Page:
Every pet owner has heard of heartworm disease. Most likely, you have stared at a model heart containing a fistful of spaghetti-shaped worms in the veterinary exam room. Maybe you thought, “That won’t happen to my pet, right?” Maybe you had had questions, but were too embarrassed to ask. 

Our team at Wales Animal Clinic believes that informed pet owners are the best pet owners, and that any question about your pet’s health and well-being is a question worth asking. Let’s start with the myths about heartworm disease and preventionand don’t worry, you only have to look at the heartworm model if you want to. 

MYTH: Heartworm disease is not common here so I don’t need to give my pet heartworm prevention.

FACT: Heartworm disease has been diagnosed in all 50 states.

While Wisconsin may not be classified as a high-risk state, over the past two years one in every 200 dogs has tested positive for heartworm disease, according to the Companion Animal Parasite Council. This data does not include the many thousands of pets who do not receive heartworm tests, so the frequency of heartworm disease is almost certainly much greater. Additionally, hot spots of positive cases exist across the border in northeastern Illinois, where veterinarians have reported an average of 26 to 99 positive patients per clinic. At the national level, the United States continues to experience a wave of heartworm cases that are originating in the South and moving northward and along the East Coast. If one mosquito is all it takes to infect an unprotected dog or cat, and your neighbor’s dog is heartworm positive, it’s likely your pet will be infected as well.

MYTH: Heartworm disease only occurs in pets kept outside. My pet lives indoors, and their risk of developing heartworm disease is low.

FACT: Mosquitoes are present indoors, and so is heartworm disease.

Heartworm disease occurs in both indoor and outdoor pets. For instance, indoor dogs who go outside to use the bathroom and to exercise are vulnerable to mosquito bites and can also carry feeding mosquitoes back indoors. 

One bite from a mosquito carrying Dirofilaria immitis—the microscopic, early stage of heartwormsand your pet can be infected. As the mosquito feeds, the juvenile heartworm enters through the bite and beneath the skin, beginning the journey toward the lungs and heart. Mature heartworms can reach up to 12 inches in lengthand that’s only one worm. Infected dogs can have hundreds of adult heartworms at a time, causing inflammation and irreversible damage to vessels and tissues.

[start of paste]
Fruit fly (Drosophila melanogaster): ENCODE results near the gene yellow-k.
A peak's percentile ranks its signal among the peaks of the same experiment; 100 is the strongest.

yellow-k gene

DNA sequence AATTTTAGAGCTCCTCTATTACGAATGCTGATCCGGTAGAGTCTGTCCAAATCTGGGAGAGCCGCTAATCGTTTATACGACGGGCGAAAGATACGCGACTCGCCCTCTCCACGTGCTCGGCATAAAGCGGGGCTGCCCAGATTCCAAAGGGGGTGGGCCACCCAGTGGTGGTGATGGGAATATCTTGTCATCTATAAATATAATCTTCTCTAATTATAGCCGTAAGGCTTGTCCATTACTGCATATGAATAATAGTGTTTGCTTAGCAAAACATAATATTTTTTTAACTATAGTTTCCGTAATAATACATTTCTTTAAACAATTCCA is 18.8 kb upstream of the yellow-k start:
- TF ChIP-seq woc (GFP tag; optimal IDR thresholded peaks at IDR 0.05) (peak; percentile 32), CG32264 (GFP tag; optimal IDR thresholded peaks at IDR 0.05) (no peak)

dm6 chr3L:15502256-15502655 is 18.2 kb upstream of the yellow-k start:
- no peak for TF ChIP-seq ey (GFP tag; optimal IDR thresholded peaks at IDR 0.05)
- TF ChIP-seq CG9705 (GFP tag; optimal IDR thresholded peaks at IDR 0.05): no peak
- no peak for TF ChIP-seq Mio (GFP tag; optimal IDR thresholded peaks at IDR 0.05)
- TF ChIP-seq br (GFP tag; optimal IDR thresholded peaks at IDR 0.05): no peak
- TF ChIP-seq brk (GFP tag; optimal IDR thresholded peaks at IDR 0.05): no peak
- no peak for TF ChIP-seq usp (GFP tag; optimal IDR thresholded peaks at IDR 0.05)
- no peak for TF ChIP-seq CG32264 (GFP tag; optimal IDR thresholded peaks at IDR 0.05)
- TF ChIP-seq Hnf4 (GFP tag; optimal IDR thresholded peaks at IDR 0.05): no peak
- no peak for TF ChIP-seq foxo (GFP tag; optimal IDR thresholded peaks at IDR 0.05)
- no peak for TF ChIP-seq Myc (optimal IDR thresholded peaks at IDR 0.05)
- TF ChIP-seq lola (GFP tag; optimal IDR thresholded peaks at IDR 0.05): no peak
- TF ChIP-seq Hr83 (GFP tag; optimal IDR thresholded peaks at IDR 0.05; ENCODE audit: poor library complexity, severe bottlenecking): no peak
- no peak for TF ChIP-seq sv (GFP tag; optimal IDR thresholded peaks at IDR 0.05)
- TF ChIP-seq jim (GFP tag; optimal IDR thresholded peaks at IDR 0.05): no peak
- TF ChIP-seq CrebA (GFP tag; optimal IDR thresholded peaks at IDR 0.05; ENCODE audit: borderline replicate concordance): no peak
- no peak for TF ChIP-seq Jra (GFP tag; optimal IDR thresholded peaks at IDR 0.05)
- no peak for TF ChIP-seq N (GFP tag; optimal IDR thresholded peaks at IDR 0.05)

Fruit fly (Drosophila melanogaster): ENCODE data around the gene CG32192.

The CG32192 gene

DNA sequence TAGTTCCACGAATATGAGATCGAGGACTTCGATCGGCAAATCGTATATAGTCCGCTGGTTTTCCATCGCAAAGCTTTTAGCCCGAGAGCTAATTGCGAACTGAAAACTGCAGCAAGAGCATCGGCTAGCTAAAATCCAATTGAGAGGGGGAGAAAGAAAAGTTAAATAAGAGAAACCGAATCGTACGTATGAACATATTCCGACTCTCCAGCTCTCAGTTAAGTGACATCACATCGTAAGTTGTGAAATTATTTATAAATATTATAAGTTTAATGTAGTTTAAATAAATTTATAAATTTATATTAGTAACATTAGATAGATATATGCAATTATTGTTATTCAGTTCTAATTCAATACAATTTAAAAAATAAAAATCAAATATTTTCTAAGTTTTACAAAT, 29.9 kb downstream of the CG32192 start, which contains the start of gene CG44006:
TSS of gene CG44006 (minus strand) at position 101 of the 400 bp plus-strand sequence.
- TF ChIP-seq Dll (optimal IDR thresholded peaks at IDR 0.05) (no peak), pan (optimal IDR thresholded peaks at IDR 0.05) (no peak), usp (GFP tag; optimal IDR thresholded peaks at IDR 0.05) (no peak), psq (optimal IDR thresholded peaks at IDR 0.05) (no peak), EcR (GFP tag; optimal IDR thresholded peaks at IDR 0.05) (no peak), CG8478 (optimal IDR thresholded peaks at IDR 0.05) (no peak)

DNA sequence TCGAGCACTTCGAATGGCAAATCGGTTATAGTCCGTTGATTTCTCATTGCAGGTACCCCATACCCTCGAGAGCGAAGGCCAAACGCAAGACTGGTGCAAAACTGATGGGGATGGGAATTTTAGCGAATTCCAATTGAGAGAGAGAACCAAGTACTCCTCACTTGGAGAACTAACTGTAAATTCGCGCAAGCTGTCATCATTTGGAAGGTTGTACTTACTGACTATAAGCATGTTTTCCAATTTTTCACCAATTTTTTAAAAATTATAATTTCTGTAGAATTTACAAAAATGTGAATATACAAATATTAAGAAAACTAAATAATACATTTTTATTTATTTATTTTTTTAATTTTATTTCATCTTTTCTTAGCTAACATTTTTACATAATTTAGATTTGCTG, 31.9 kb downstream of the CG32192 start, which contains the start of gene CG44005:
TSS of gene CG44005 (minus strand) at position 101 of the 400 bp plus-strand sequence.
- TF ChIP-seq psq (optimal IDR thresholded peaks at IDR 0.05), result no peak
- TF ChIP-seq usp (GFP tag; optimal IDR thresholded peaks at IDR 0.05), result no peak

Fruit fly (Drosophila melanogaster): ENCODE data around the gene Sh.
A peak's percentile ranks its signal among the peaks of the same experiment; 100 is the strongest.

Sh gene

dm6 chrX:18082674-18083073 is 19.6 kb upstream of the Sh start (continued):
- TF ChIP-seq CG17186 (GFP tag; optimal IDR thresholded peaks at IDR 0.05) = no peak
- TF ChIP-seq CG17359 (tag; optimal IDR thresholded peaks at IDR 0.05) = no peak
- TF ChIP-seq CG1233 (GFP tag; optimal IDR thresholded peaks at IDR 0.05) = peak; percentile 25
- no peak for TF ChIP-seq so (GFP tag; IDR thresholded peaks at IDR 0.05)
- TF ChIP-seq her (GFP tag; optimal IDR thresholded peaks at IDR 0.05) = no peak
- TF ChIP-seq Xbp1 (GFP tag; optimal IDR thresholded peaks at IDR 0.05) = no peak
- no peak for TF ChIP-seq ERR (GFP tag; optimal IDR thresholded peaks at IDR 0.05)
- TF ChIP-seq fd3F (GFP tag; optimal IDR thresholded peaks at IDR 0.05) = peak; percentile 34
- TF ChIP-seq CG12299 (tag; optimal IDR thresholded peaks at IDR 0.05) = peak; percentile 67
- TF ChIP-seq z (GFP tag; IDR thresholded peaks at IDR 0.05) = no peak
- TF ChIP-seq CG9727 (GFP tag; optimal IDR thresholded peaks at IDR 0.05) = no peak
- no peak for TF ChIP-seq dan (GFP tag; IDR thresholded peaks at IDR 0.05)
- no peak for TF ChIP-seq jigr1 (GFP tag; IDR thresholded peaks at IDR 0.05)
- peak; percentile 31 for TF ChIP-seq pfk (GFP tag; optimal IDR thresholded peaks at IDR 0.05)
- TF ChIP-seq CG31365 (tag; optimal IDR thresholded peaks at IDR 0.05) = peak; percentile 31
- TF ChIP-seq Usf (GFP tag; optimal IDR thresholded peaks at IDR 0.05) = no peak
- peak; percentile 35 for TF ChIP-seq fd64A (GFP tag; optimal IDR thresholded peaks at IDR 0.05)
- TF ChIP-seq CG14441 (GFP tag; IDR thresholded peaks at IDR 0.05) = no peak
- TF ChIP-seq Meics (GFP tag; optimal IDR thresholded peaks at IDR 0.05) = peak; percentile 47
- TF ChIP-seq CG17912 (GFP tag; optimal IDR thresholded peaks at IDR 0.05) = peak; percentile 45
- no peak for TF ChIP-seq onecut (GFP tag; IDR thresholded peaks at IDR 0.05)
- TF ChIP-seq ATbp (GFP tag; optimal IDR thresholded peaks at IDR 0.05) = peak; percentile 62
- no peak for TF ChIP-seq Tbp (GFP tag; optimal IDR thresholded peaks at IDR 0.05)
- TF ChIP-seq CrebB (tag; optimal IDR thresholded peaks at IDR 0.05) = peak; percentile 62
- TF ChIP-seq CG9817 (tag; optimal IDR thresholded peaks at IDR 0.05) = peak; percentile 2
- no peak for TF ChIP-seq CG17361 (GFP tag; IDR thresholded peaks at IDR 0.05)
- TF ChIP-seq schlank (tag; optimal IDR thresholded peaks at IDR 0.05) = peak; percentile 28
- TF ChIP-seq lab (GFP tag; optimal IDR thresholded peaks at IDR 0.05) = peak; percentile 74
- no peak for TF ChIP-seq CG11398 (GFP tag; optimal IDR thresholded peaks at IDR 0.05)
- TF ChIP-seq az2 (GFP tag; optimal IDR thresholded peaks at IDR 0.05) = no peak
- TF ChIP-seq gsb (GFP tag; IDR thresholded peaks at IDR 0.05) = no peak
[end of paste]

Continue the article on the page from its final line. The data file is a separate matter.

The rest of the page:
Mosquitoes typically are most prevalent during the summer, and are present in wet seasons and droughts. They can gain access to homes through holes in screens, open doors, garages, or basements. Female mosquitoes will lay eggs indoors if a humid, dark location is available. 

MYTH: If my dog is receiving heartworm preventives, they do not need an annual heartworm test.

FACT: Annual heartworm testing is recommended for all pets.

No medication is 100% effective 100% of the time. Pets on preventives occasionally test positive for adult heartworms. A positive result in a “protected” pet may be because of missed doses, stopping and resuming preventives without a heartworm test, and, rarely, a resistance of the heartworms to the preventive. The reason for such heartworm resistance is unclear, but these “breakthrough” infections are rare. Consistent use of prescription heartworm preventives is still your pet’s best defense.

MYTH: It is not necessary to give your pet heartworm preventives in the winter.

FACT: Year-round prevention is key to a successful heartworm prevention plan.

Oral heartworm preventives work retroactively by killing any circulating juvenile heartwormsknown as microfilariaethat may have developed in the previous month. Discontinuing monthly preventives leaves your pet vulnerable to an infection that will grow during the subsequent months. Another practical reason for continued dosing is simply that once you stop something, it can be difficult to begin again. If you forget to restart their preventives in early spring, your pet may be exposed and unprotected.

MYTH: Cats do not get heartworm disease.

FACT: Cats are susceptible to heartworm disease, but it is different.

Cats are fortunatethey are not the preferred blood meal for some mosquitoes, and they are not an ideal host for heartworms. However, they can be infected. While heartworm infections in cats typically contain only a few adult worms and rarely contain microfilariae, adult worms migrating to the lungs can cause initial signs that resemble asthma or bronchitisleading to misdiagnosis. 

Indoor and outdoor cats should be given year-round heartworm preventives and tested annually. Testing in cats may result in a false-negative result because heartworm tests look for female heartwormsand a cat may have an all-male infection. For the best feline protection against heartworms, preventives are key.

Understanding how to provide the best care for your pet can be a challenge. A lot of information is availableespecially on heartworm disease and preventionbut much of it is contradictory. At Wales Animal Clinic, we pride ourselves on being your trusted resource for veterinary care and information. Call us to schedule your next appointmentand bring all of your questions, concerns, and, of course, your pet!_